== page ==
About This Book
Hockey fans and hockey families will love the 101 exciting and inspiring stories in this collection about playing, living, and loving hockey! This collection of stories from everyday hockey players and fans, as well as revealing personal stories from NHLers and hockey insiders will delight anyone who enjoys hockey, whether it's in the backyard, in school, or at the professional level.
More from Chicken Soup for the Soul
Inspired by Chicken Soup for the Soul: Hooked on Hockey by Jack Canfield, Mark Victor Hansen, and Laura Robinson.
Hockey players gain much more than the ability to skate, shoot and score. The 101 stories in Chicken Soup for the Soul: Hooked on Hockey show that hockey, like many sports, teaches valuable life lessons that stick with players through the rest of their lives. Here are five of the innumerable life lessons we learn from hockey.
1. Work as a team — Mark Ettlinger had little knowledge about hockey when he agreed to coach his son’s team. But, as an outsider, he was able to see the one thing that was holding his team back: they wouldn’t pass the puck. The "star" players on the team kept the puck to themselves and left out the other players. "Pass the puck!" became Mark’s mantra, and little by little he was able to get through to the "stars." Mark writes, "Gradually my teams saw that passing was indeed the key and that the more they passed, the more they scored, and perhaps even better, the more they looked like real hockey players."
2. Share across the generations — Though hockey forges a strong relationship between teammates, all hockey fans share a strong connection. Dennis McCloskey witnessed this firsthand when he introduced his 93-year-old father-in-law, Bob, to her neighbor, Scott, 75 years Bob’s junior. "Their lives could not have been more different but they had more in common than you might think, and it was a love of sport — particularly hockey — that was the fabric that wove their separate lives together," Dennis says. Bob’s Alzheimer’s kept him from going to the young hockey player’s games, but it didn’t keep him from supporting young Scott to chase his hockey dream. Scott has now been drafted into the National Hockey League.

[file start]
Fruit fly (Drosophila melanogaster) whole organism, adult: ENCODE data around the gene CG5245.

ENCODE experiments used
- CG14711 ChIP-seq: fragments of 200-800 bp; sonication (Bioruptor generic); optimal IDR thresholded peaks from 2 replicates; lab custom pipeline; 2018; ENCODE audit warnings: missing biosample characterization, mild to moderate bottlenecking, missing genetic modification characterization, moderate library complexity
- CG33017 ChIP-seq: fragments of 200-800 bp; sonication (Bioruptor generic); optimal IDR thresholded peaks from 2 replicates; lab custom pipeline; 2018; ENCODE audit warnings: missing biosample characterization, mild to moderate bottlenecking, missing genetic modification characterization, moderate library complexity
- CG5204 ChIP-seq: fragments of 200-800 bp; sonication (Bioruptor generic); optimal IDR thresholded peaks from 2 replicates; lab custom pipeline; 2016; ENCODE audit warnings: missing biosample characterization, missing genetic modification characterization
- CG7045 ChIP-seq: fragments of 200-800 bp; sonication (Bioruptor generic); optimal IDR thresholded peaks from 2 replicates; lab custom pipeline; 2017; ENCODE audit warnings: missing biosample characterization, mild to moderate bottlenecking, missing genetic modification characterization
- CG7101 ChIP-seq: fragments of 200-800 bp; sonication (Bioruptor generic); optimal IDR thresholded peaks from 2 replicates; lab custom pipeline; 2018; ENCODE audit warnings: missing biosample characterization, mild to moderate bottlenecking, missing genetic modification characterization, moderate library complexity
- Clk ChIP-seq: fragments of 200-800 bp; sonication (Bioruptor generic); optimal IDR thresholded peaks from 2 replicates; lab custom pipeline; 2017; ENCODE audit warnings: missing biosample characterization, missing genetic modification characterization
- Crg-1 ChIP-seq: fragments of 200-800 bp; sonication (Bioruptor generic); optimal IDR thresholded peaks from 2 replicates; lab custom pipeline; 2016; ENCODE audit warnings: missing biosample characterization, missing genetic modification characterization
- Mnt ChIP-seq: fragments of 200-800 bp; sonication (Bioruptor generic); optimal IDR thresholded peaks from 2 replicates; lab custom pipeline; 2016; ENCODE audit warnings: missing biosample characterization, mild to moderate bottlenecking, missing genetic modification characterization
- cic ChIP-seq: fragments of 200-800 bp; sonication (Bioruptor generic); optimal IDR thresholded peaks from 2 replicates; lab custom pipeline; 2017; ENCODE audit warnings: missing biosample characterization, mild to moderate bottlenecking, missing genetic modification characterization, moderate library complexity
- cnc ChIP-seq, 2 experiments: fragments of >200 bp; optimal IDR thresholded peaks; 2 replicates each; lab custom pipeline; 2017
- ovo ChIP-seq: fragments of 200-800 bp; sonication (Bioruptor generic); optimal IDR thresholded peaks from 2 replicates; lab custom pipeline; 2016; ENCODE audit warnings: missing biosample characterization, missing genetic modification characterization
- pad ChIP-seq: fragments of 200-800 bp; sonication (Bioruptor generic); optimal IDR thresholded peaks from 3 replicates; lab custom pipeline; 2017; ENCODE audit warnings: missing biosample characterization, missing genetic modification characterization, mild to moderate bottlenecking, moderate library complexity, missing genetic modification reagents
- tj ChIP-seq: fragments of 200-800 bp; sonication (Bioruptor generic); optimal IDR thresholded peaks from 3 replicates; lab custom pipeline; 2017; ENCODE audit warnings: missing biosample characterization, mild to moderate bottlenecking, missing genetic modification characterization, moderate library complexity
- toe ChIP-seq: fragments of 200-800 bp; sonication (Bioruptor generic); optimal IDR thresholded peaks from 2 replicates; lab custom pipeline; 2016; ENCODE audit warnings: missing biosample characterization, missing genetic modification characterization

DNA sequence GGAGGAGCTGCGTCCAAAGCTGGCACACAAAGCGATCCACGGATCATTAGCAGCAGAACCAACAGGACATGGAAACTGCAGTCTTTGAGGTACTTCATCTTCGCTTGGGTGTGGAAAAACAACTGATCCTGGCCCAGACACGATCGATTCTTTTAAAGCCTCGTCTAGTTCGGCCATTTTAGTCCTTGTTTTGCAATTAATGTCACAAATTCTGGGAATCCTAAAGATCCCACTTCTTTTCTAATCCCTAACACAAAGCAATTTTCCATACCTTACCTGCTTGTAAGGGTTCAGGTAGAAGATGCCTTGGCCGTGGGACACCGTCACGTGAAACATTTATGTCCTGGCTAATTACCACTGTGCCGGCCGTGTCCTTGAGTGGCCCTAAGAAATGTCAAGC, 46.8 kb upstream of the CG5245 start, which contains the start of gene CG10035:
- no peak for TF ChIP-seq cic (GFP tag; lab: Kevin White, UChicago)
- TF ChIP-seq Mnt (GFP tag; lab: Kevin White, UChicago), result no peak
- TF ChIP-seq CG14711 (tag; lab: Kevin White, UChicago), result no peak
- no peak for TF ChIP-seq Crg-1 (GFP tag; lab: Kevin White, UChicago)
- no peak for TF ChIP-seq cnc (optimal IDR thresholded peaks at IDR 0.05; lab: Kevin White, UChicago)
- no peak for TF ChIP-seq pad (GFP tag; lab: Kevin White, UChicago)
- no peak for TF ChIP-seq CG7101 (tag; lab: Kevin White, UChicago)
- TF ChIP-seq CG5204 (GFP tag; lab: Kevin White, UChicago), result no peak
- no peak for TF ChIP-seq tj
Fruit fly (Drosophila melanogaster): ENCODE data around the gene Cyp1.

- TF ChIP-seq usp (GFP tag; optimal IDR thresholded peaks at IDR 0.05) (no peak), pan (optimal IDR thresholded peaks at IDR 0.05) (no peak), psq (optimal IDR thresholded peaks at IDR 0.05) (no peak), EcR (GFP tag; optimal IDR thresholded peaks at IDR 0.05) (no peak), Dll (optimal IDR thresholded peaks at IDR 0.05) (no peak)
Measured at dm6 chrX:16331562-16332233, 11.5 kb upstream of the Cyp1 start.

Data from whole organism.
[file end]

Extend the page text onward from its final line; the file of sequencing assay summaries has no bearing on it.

3. Never compromise your dreams — Georges Laraque struggled through racial slurs from teammates and an unsupportive father while chasing his dream of getting into the NHL. Georges writes, "I told them that if I quit, it would only prove that those ignorant people were right. I had to persevere, to achieve my dream. I swore that I would prove all the people who verbally and otherwise abused me wrong when I made it in the NHL." Georges’ hard work and strong convictions paid off and he became a celebrated enforcer in the NHL.
4. Don’t forget the joy of teaching others — After Hayley Wickenheiser enjoyed an Olympic career with the Canadian Women’s National Team, she decided to challenge herself even further by playing men’s professional hockey in Finland. She became close with the family that owned the hockey rink, especially their 6-year-old daughter, Matilda. Though the girl spoke no English, Hayley became mentor to Matilda and now Matilda is one of the best female hockey players in Finland. "You just never know who you are going to impact in your life, whose paths you’re going to cross … and I am so happy that all those years ago, a little blond rink-rat skated across mine," Hayley says.
5. Put family first — Matt Duchene always knew he wanted to play in the NHL. As a child he lived and breathed hockey, and eventually was drafted to his favorite team! "When I look back over my childhood and my career, I owe so much to my family, to all of the ones who loved and supported me from the little guy with a dream to the NHL player who gets to live that dream," Matt says. "But I owe the most to my parents, Chris and Vince Duchene—I truly would not be where I am, doing what I love, were it not for them and everything they did for me."